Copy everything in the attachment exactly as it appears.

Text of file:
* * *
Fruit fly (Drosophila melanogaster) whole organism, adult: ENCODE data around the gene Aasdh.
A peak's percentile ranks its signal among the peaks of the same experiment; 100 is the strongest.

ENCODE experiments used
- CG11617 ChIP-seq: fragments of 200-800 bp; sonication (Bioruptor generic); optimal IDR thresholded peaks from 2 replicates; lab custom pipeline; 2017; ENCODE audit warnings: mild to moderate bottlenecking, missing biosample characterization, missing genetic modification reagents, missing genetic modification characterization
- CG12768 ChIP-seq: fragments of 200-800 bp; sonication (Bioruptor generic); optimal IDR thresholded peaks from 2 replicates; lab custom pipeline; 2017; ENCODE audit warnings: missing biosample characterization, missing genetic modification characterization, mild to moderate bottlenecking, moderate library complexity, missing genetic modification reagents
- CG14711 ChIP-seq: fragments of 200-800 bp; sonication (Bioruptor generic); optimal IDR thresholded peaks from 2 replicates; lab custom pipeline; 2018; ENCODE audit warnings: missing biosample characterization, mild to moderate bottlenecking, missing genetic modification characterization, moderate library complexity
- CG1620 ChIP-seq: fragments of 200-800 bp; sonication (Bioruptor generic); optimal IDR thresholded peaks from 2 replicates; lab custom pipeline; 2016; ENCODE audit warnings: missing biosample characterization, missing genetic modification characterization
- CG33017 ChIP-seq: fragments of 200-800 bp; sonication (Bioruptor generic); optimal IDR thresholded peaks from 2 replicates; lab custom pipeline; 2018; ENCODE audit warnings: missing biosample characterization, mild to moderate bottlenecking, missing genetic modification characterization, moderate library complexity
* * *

Fruit fly (Drosophila melanogaster) whole organism, adult: ENCODE data around the gene Aasdh.
A peak's percentile ranks its signal among the peaks of the same experiment; 100 is the strongest.

ENCODE experiments used
- CG11617 ChIP-seq: fragments of 200-800 bp; sonication (Bioruptor generic); optimal IDR thresholded peaks from 2 replicates; lab custom pipeline; 2017; ENCODE audit warnings: mild to moderate bottlenecking, missing biosample characterization, missing genetic modification reagents, missing genetic modification characterization
- CG12768 ChIP-seq: fragments of 200-800 bp; sonication (Bioruptor generic); optimal IDR thresholded peaks from 2 replicates; lab custom pipeline; 2017; ENCODE audit warnings: missing biosample characterization, missing genetic modification characterization, mild to moderate bottlenecking, moderate library complexity, missing genetic modification reagents
- CG14711 ChIP-seq: fragments of 200-800 bp; sonication (Bioruptor generic); optimal IDR thresholded peaks from 2 replicates; lab custom pipeline; 2018; ENCODE audit warnings: missing biosample characterization, mild to moderate bottlenecking, missing genetic modification characterization, moderate library complexity
- CG1620 ChIP-seq: fragments of 200-800 bp; sonication (Bioruptor generic); optimal IDR thresholded peaks from 2 replicates; lab custom pipeline; 2016; ENCODE audit warnings: missing biosample characterization, missing genetic modification characterization
- CG33017 ChIP-seq: fragments of 200-800 bp; sonication (Bioruptor generic); optimal IDR thresholded peaks from 2 replicates; lab custom pipeline; 2018; ENCODE audit warnings: missing biosample characterization, mild to moderate bottlenecking, missing genetic modification characterization, moderate library complexity